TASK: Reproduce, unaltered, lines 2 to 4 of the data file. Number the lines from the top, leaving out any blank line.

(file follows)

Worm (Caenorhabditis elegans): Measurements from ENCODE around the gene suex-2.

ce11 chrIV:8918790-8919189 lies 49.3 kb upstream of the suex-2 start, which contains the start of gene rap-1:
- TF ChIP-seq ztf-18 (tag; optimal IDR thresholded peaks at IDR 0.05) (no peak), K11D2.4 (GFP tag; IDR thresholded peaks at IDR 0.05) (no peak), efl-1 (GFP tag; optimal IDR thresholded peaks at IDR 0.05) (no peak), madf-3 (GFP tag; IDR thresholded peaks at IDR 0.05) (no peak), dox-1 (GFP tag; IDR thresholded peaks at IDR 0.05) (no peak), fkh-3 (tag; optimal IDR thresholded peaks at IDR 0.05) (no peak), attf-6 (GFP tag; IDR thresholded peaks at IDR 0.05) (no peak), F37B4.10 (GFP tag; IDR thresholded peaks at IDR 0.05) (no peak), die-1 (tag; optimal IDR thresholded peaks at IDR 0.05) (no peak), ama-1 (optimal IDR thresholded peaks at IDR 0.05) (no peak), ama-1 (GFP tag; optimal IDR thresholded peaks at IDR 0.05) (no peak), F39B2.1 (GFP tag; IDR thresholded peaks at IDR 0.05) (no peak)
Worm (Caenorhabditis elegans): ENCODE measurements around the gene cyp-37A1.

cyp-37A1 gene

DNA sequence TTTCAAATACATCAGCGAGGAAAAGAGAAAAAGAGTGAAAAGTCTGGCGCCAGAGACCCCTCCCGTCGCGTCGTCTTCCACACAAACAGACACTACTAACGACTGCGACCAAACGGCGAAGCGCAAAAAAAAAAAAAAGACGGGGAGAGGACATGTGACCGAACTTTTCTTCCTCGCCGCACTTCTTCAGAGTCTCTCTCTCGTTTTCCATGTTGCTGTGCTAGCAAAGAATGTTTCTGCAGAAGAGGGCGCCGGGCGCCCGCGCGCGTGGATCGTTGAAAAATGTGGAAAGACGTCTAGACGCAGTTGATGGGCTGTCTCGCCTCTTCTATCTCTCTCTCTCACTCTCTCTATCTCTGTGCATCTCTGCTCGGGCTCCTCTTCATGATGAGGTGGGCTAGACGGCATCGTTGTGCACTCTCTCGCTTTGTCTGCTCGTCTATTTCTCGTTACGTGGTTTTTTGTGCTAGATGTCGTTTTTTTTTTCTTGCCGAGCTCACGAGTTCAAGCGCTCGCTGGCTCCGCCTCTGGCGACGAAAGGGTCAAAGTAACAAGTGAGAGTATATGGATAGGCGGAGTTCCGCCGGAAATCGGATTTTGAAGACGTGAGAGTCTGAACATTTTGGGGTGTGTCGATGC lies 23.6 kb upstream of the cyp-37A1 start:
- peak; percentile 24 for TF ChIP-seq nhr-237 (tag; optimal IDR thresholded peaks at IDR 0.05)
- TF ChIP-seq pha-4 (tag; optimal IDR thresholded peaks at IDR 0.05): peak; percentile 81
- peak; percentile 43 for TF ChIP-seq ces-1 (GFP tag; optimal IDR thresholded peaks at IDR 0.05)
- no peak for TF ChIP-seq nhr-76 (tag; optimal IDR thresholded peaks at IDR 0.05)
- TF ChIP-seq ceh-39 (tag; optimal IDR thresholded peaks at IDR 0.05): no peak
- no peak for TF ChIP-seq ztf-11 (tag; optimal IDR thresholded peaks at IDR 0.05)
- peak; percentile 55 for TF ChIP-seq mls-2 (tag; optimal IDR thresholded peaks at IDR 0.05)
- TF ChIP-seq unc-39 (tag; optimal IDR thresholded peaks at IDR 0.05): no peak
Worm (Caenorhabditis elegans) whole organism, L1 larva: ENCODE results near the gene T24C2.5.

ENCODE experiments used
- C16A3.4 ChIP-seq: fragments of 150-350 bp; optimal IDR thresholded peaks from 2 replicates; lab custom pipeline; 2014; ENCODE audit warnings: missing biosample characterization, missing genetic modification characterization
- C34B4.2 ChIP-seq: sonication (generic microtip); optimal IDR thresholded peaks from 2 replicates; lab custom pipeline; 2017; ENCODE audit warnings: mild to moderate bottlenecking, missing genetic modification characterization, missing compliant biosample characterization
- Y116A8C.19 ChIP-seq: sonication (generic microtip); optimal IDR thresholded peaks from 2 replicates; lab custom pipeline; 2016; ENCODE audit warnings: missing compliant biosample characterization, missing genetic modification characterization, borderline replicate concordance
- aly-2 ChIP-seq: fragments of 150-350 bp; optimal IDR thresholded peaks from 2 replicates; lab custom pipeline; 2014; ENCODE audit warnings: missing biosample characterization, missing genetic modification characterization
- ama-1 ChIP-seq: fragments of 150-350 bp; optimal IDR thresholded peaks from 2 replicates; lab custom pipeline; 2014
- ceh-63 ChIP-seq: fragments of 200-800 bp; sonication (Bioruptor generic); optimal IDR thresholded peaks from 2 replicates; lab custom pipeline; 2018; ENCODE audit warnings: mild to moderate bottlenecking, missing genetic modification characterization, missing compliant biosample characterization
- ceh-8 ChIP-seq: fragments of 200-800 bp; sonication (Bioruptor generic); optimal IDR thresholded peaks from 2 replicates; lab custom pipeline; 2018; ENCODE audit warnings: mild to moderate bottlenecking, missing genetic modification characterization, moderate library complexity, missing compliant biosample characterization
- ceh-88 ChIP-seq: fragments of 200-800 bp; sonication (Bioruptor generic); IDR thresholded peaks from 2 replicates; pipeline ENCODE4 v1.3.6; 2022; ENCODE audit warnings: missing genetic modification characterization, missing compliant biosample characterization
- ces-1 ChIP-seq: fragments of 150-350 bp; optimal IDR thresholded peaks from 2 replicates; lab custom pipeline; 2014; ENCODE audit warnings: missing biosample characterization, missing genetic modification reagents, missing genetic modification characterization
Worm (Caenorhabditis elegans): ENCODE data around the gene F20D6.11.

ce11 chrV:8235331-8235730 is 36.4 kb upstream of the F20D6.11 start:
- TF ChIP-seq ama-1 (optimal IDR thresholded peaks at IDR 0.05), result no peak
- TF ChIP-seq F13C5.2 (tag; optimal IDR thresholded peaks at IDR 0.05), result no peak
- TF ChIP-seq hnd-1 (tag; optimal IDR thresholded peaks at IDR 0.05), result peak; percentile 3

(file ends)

ce11 chrIV:8918790-8919189 lies 49.3 kb upstream of the suex-2 start, which contains the start of gene rap-1:
- TF ChIP-seq ztf-18 (tag; optimal IDR thresholded peaks at IDR 0.05) (no peak), K11D2.4 (GFP tag; IDR thresholded peaks at IDR 0.05) (no peak), efl-1 (GFP tag; optimal IDR thresholded peaks at IDR 0.05) (no peak), madf-3 (GFP tag; IDR thresholded peaks at IDR 0.05) (no peak), dox-1 (GFP tag; IDR thresholded peaks at IDR 0.05) (no peak), fkh-3 (tag; optimal IDR thresholded peaks at IDR 0.05) (no peak), attf-6 (GFP tag; IDR thresholded peaks at IDR 0.05) (no peak), F37B4.10 (GFP tag; IDR thresholded peaks at IDR 0.05) (no peak), die-1 (tag; optimal IDR thresholded peaks at IDR 0.05) (no peak), ama-1 (optimal IDR thresholded peaks at IDR 0.05) (no peak), ama-1 (GFP tag; optimal IDR thresholded peaks at IDR 0.05) (no peak), F39B2.1 (GFP tag; IDR thresholded peaks at IDR 0.05) (no peak)
Worm (Caenorhabditis elegans): ENCODE measurements around the gene cyp-37A1.